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California, four others soften drug laws; nation next?

By Don Thompson Associated Press Writer
Thursday November 09, 2000


SAN FRANCISCO — The three billionaires whose money helped persuade voters in California and four other states to soften drug laws now plan to take their case nationwide. 

“Politics is perception, and the perception up to this point is that voters want tougher and tougher drug policies,” said Bill Zimmerman, executive director of the Campaign for New Drug Policies. “The votes we saw (Tuesday) night represent a sea change in that perception.” 

California decided to send thousands of first- and second-time drug users to community treatment programs instead of prison or jail. Colorado and Nevada approved using marijuana for medical purposes, and Oregon and Utah restricted government seizures of drug offenders’ property. 

“It shows that the war on drugs is slowly being strangled and eventually the federal politicians are going to have to face up to their 20-year failure,” University of Phoenix founder John Sperling said Wednesday. “How do you get a mule’s attention? You have to slam them over the head with a two-by-four.” 

Sperling, along with New York philanthropist George Soros and Ohio insurance executive Peter Lewis, have spent millions the last four years backing ballot initiatives they say collectively amount to a referendum on the drug war. Their successes include previous medical marijuana laws in Alaska, Arizona, California, Maine, Oregon and Washington. 

Two states — Massachusetts and Alaska — rejected more sweeping drug initiatives. But opponents fear that the billionaires’ deep pockets will allow them to engineer more successes in elections to come. 

“I think the initiative process is becoming dangerous,” said Calvina Fay, executive director of the Drug Free America Foundation, which advocates a zero-tolerance approach to drugs. “The very wealthy who have the money to do it are buying public policy all over the country.” 

The drug war itself was not on the ballot in any state, stressed Fay, who accused the billionaires of campaigning through misinformation. 

“I don’t think that the voters perceive that they’re voting to end the drug war. I don’t think the voters perceive that they are voting for drug legalization. They don’t see the big picture,” she said.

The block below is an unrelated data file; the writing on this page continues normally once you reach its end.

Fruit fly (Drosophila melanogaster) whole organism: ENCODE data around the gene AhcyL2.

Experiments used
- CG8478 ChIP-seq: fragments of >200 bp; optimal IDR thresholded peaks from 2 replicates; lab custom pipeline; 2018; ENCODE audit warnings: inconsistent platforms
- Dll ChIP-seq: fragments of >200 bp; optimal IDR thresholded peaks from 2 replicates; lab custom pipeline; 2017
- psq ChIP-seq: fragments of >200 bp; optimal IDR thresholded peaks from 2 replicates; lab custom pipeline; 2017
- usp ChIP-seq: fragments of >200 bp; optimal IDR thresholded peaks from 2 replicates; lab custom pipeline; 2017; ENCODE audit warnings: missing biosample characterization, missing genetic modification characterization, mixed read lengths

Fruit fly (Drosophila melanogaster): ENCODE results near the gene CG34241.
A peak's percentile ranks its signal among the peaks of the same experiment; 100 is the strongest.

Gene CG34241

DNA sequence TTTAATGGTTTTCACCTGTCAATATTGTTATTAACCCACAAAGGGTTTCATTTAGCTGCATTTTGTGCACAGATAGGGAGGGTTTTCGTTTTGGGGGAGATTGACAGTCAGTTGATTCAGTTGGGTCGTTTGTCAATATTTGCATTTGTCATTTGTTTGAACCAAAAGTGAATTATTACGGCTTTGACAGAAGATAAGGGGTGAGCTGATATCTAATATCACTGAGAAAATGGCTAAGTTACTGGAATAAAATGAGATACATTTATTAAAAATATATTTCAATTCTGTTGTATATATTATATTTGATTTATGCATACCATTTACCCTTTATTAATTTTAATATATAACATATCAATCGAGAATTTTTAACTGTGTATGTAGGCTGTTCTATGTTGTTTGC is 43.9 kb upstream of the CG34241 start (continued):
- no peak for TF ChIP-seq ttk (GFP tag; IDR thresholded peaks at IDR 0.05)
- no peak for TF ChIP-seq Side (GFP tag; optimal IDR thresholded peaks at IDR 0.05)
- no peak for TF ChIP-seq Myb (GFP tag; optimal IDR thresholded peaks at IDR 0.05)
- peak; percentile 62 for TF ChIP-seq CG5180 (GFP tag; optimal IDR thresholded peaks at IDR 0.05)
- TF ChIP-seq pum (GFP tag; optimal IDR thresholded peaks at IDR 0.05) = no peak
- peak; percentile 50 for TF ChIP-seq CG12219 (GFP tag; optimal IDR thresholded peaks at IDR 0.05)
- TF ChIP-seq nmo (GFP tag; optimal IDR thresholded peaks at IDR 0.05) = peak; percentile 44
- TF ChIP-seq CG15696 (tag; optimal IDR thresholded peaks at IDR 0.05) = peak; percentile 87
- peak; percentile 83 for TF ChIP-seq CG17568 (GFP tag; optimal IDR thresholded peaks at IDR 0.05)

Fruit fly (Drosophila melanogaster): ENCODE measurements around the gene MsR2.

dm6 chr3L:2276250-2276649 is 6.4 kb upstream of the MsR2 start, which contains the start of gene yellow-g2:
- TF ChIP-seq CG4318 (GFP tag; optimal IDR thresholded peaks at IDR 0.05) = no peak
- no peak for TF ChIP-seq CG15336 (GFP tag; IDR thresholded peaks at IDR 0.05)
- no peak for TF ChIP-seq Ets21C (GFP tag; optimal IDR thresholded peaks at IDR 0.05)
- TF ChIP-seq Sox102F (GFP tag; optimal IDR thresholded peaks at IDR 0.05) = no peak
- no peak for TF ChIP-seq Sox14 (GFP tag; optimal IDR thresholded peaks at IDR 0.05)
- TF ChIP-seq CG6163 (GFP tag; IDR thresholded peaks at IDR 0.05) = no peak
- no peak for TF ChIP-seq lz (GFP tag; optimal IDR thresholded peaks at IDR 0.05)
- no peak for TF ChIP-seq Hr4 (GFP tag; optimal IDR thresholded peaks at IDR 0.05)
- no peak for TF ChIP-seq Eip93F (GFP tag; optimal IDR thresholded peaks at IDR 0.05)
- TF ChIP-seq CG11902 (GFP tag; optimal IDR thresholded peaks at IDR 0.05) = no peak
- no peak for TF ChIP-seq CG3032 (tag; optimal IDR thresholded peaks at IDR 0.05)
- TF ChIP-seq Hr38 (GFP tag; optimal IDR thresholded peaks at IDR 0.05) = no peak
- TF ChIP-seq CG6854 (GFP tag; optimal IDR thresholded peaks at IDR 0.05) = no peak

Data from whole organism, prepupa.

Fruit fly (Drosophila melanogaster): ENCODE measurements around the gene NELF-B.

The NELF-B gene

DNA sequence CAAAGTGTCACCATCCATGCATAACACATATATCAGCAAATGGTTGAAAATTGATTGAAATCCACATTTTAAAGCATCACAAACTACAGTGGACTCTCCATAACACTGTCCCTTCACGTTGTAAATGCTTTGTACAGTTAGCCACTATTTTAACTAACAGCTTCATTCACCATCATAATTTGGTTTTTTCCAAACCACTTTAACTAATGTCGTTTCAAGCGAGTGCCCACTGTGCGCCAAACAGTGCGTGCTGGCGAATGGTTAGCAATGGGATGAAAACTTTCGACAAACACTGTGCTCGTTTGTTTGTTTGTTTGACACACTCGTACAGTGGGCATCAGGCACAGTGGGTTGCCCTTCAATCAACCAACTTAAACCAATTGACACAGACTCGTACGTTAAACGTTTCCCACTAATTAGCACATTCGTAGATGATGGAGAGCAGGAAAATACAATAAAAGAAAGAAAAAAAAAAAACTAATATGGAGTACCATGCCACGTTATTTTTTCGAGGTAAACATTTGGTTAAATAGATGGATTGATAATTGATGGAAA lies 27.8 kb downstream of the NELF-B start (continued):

But proponents say Tuesday’s votes were all about the drug war — which voters are beginning to perceive as a failure. 

“It’s really about changing the tenor of the debate,” said Ethan Nadelmann, Soros’ drug policy adviser and executive director of the Lindesmith Center in New York and San Francisco. “We’re slowly moving from the fringes into the mainstream.” 

Now it’s time to connect the dots between the states that have approved drug law changes, and proponents may focus next on Middle America. 

“Michigan and Ohio are probably the places where you have the largest number of people affected, and you would send the loudest message — and they have the initiative process,” said Dave Fratello, campaign manager for the California initiative. 

Nadelmann suggested Florida may be ripe for a measure similar to that approved by California voters Tuesday. 

California’s Proposition 36 will require treatment instead of prison or jail for an estimated 36,000 California drug users who are convicted each year of drug possession or use for the first or second time. 

California’s law enforcement establishment was overwhelmingly opposed to the change, and drug treatment providers generally supported it. 

Both sides agree on one point: treatment centers will be overwhelmed, at least initially. 

But Zimmerman and Nadelmann already hope to use California’s experience to prove to the rest of the nation that treatment works. 

California voters’ decision is particularly significant not only because it is the most populous state, but because it led the way in jailing drug users two decades ago, and now jails more drug offenders per capita than any other state. 

The three philanthropists spent $1.2 million each on the California initiative alone. 

Nadelmann said the three contributed a combined $6 million to $7 million toward changing the nation’s drug policies during the 1997-98 election cycle, roughly the same amount during the last two years, and he expects them to give a like amount over the next two years.